This is not a movie. There's no dramatic music in the background. A happy ending, far from a guarantee.
The concern in Donnie Herman's voice was clear as day. So was his stress. With two telephones to his ear, he listened to his wife, Melinda, as she fled into an attic of their Loganville home. With her: Her two 9-year-old children and a loaded .38 revolver.
In the house: An intruder with a crowbar.
On another line was the 911 operator Donnie Herman had called for help. Herman's words to his wife, as he sat helplessly, an hour away from the home, were recorded.
"Stay in the attic," he instructed her, calmly.
"He's in the bedroom," she told him. He repeated the words to the 911 operator.
"Shh. Relax," Herman said, trying to calm his wife.
Then he instructed her to do what was fast becoming a realistic possibility.
"Melinda -- if he opens up the door, you shoot him! You understand?"
What happened next has made the Hermans the new faces of the right to bear arms.
Melinda Herman fired a six-shot revolver at the intruder, hitting him five times, in his torso and in his face. Surprisingly, he managed to flee.
Gun rights groups say this shows that law-abiding citizens should be allowed to buy their weapon of choice and as big a magazine or ammunition clip as they like.
They remind people that Melinda Herman had only a six-shot revolver.
"It's a good thing she wasn't facing more attackers. Otherwise she would have been in trouble and she would have run out of ammunition," said Erich Pratt, director of communications for the Gun Owners of America.
"She shot him five times and he still didn't drop. This is going to endanger people's safety."
The right of self-protection has been thrust into the forefront in a national debate after last month's Newtown, Connecticut, tragedy.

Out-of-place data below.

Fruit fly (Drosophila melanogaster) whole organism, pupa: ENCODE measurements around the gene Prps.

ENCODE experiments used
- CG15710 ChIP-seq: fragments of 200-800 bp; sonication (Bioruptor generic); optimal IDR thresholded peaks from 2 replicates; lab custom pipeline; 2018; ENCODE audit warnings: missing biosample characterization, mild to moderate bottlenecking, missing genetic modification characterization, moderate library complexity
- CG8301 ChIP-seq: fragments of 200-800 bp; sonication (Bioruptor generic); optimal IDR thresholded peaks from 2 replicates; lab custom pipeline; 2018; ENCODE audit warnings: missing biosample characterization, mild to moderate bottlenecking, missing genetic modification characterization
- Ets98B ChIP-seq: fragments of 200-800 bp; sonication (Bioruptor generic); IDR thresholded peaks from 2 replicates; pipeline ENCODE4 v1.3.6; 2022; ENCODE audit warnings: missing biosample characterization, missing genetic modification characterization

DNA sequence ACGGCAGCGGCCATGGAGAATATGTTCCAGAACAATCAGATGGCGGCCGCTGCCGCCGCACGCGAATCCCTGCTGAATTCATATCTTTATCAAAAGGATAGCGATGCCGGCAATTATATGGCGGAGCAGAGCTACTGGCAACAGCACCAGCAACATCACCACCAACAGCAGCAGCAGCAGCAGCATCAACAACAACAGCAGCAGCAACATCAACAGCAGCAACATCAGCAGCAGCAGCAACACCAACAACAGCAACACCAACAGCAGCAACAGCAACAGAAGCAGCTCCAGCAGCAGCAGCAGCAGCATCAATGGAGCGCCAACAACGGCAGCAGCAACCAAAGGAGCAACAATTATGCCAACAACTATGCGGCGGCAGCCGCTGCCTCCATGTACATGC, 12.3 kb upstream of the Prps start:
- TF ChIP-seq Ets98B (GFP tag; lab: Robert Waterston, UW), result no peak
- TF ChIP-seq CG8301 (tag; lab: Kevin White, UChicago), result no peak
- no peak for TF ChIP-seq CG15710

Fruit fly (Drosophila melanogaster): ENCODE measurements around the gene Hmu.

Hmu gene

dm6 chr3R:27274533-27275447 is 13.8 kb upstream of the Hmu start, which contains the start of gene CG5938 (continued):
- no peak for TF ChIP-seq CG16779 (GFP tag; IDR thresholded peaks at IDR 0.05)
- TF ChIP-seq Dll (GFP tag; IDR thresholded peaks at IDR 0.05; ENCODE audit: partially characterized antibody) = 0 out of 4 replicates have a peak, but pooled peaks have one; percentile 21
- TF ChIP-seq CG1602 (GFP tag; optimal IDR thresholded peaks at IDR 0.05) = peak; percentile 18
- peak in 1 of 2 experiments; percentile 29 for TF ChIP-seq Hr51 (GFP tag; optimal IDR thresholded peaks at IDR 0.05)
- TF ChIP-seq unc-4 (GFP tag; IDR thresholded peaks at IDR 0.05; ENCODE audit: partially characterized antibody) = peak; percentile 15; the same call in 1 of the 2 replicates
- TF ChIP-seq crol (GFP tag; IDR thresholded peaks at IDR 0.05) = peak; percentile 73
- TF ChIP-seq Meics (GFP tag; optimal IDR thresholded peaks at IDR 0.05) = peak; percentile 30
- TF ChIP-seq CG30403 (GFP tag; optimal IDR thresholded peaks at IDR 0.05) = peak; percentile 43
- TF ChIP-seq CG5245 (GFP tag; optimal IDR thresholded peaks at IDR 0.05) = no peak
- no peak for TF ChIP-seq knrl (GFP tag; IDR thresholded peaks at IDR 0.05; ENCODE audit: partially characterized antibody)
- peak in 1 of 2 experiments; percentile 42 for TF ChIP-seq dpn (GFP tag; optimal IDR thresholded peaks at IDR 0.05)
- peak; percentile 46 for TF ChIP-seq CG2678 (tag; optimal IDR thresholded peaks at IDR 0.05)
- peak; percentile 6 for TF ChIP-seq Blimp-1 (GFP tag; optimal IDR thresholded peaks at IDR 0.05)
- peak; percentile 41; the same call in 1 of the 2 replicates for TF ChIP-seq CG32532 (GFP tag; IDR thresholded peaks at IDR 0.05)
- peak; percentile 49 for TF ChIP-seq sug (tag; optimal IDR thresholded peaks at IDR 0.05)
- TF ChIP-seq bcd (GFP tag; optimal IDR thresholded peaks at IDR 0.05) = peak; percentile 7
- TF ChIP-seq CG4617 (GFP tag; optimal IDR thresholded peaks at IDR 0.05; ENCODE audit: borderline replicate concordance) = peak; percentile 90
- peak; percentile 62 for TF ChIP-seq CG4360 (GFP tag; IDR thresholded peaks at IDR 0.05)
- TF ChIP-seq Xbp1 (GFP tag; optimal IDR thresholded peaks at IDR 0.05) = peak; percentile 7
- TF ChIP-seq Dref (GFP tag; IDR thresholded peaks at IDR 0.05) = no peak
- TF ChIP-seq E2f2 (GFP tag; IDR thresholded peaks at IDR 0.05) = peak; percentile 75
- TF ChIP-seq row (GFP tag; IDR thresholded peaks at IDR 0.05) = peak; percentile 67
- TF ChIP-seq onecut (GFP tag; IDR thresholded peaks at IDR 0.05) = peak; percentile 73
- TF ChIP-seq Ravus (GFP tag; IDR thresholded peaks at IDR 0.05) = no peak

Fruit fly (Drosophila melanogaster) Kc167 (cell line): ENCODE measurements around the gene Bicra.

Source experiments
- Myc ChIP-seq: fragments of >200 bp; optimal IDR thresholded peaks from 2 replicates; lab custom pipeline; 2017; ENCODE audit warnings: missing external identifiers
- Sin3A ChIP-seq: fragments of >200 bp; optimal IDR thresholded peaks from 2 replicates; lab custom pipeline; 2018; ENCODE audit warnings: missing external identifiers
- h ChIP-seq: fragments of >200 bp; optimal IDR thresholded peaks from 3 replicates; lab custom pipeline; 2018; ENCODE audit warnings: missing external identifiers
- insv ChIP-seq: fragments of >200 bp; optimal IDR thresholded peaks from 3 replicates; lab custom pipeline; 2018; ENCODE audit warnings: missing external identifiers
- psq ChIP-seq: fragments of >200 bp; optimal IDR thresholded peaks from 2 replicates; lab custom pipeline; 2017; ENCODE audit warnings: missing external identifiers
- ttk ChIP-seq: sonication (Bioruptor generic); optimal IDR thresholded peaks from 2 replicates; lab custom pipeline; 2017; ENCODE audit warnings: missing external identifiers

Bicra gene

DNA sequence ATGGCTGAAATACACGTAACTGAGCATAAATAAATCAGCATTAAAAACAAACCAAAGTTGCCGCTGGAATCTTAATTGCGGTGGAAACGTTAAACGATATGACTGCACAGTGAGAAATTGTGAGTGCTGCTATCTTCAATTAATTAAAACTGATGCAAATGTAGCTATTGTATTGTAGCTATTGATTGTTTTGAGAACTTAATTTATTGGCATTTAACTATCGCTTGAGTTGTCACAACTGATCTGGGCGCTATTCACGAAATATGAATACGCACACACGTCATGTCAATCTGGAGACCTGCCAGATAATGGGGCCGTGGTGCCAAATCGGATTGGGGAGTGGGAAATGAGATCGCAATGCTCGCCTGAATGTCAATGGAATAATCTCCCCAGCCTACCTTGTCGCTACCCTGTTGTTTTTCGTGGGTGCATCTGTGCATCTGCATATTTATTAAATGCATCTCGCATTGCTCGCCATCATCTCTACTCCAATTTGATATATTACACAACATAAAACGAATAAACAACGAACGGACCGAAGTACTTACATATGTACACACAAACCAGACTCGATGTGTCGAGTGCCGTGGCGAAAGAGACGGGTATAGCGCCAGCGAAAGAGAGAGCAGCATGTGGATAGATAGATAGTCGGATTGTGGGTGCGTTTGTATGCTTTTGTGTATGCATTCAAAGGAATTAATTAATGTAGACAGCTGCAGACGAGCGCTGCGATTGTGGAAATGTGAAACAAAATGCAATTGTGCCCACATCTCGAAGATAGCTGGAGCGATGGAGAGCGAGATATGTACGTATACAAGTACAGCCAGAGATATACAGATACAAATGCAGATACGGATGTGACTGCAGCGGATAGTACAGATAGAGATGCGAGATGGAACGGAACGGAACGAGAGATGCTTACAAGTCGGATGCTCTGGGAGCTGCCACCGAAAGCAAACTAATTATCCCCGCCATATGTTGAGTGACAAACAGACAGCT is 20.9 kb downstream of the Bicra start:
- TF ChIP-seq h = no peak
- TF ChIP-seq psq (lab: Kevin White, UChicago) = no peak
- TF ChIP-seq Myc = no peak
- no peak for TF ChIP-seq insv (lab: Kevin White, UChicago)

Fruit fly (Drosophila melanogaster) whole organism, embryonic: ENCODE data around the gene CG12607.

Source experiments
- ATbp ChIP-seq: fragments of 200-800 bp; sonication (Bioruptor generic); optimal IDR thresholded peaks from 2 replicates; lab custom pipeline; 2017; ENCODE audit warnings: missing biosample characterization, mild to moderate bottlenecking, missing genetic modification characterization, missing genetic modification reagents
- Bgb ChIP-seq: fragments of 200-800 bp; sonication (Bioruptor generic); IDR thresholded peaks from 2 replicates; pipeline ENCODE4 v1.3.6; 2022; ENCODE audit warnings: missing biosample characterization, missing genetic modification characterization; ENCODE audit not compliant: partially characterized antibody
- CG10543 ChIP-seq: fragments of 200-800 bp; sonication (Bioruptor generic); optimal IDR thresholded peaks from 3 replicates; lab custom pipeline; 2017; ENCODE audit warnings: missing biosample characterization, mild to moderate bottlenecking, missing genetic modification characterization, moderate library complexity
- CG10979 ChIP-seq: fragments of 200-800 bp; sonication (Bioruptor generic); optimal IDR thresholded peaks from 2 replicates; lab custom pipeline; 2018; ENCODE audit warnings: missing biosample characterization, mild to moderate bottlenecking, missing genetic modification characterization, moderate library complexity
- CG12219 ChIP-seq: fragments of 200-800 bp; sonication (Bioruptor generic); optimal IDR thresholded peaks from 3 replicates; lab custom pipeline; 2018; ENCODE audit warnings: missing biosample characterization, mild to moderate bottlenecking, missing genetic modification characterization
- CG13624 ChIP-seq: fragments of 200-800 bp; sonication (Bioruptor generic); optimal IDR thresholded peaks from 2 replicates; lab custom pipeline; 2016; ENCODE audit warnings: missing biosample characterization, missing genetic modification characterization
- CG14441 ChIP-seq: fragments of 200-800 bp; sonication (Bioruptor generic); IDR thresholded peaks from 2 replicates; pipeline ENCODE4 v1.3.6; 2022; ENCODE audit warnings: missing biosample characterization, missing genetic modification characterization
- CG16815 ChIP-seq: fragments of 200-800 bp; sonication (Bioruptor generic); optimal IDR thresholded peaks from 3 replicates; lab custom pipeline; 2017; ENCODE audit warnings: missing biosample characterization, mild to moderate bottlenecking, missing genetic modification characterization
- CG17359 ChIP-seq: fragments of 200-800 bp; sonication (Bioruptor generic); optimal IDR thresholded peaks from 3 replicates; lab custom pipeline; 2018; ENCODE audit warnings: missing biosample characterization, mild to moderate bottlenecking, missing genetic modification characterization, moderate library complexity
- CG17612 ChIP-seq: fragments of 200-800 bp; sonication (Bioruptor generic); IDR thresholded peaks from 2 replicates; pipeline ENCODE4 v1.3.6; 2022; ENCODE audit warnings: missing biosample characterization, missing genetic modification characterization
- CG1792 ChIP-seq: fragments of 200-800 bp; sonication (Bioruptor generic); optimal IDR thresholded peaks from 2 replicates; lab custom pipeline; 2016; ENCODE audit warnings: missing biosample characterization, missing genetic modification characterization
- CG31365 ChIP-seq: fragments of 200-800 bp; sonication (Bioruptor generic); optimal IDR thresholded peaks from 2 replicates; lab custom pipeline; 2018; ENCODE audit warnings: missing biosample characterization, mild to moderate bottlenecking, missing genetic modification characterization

This week, a federal task force led by Vice President Joe Biden is holding talks with private industry groups, the NRA, and legislators -- all to determine the correct balance between the right to self-protection and preventing further mass shootings.
Meanwhile, Americans are flocking to gun shops to buy guns and ammunition in record numbers -- partly due to Newtown and partly due to their fears that the rules are about to change on what they can legally own.
The FBI said it conducted almost 2.8 million checks for gun purchases in December, a record high for a month.
Donnie and Melinda Herman own two guns for protection at home, but until two weeks ago, she had never fired a gun. Her husband told sheriff's department investigator's that he took her shooting so that she'd be familiar with the family's guns if she ever had to use one.
Now, clutching the .38 revolver, Melinda Herman was in the middle of a heart-pounding crisis inside her own home.
She had already locked multiple doors before she and her children took refuge in an adjacent-room attic -- the kind with a small door that you have to bend down to go through.
The intruder had used the crowbar to break through the front door and then two other doors upstairs, and she could hear him coming closer and closer.
On the phone, Donnie Herman calmly instructed his wife about the use of the weapon she had practiced on.
"Remember everything I showed you. Everything I taught you," he told her, and he reassured her that help was on the way.